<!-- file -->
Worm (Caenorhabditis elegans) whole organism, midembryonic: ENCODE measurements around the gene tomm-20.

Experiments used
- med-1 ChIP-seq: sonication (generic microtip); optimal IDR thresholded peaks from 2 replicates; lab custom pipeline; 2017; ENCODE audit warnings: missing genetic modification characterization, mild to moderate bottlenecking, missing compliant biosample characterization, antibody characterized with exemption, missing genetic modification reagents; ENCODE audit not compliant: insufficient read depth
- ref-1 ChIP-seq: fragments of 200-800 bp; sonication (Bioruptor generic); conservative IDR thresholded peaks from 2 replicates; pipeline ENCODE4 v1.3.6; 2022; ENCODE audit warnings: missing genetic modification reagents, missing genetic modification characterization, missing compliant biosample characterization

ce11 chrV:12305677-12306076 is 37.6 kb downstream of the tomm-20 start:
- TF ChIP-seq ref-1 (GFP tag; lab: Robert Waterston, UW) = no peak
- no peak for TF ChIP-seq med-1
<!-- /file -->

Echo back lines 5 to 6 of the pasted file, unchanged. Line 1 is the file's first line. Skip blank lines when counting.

ce11 chrV:12305677-12306076 is 37.6 kb downstream of the tomm-20 start:
- TF ChIP-seq ref-1 (GFP tag; lab: Robert Waterston, UW) = no peak